The if, while, and for statements are Java's fundamental control structures. This lecture is built around short programs that use these constructs to address important computational tasks. Examples include sorting, computing the square root, factoring, and simulating a random process. The lecture concludes with a detailed example illustrating the process of debugging a program.
5 videos (Total 56 min), 2 readings, 2 quizzes
Week 3: ARRAYS
Computing with a large sequence of values of the same type is extremely common. This lecture describes Java's built-in array data structure that supports such applications, with several examples, including shuffling a deck of cards, the coupon collector test for randomness, and random walks in a grid.
3 videos (Total 57 min), 2 readings, 2 quizzes
Week 4: INPUT AND OUTPUT
To interact with our programs, we need mechanisms for taking information from the outside world and for presenting information to the outside world. This lecture describes several such mechanisms: for text, drawings, and animation. Detailed examples covered include fractal drawings that model natural phenomena and an animation of a ball bouncing around in the display window.
4 videos (Total 49 min), 2 readings, 2 quizzes
Week 5: FUNCTIONS AND LIBRARIES
Modular programming is the art and science of breaking a program into pieces that can be individually developed. This lecture introduces functions (Java methods), a fundamental mechanism that enables modular programming. Motivating examples include functions for the classic Gaussian distribution and an application that creates digital music.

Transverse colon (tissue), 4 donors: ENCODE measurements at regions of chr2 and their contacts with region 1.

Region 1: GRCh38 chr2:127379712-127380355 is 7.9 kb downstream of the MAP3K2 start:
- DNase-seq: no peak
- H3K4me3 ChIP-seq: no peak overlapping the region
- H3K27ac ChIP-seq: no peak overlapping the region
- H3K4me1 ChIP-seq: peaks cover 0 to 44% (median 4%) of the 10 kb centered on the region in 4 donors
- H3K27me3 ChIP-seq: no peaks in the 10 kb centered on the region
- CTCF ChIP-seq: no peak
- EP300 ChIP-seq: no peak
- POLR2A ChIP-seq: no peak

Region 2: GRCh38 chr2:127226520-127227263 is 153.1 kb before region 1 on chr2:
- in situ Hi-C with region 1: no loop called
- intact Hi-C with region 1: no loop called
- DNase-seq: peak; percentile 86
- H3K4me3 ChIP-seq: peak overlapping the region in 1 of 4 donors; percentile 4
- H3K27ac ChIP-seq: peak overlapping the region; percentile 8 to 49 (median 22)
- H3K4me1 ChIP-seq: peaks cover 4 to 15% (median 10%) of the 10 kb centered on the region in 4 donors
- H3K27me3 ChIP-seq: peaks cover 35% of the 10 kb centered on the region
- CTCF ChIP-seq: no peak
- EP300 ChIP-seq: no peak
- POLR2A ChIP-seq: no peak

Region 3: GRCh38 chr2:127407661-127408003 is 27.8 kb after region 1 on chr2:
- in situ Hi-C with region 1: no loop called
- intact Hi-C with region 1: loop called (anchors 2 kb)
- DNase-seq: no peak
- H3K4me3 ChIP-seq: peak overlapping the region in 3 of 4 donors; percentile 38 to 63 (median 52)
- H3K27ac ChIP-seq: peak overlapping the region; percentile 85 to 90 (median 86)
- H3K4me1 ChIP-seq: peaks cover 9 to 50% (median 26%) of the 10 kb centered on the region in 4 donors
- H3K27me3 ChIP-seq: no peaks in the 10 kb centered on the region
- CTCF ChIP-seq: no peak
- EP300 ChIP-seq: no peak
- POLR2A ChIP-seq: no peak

4 videos (Total 60 min), 2 readings, 2 quizzes
Week 6: RECURSION
A recursive function is one that calls itself. This lecture introduces the concept by treating in detail the ruler function and (related) classic examples, including the Towers of Hanoi puzzle, the H-tree, and simple models of the real world based on recursion. We show a common pitfall in the use of recursion, and a simple way to avoid it, which introduces a different (related) programming paradigm known as dynamic programming.
5 videos (Total 58 min), 2 readings, 2 quizzes
Week 7: PERFORMANCE
When you develop a program, you need to be aware of its resource requirements. In this lecture, we describe a scientific approach to understanding performance, where we develop mathematical models describing the running time our programs and then run empirical tests to validate them. Eventually we come to a simple and effective approach that you can use to predict the running time of your own programs that involve significant amounts of computation.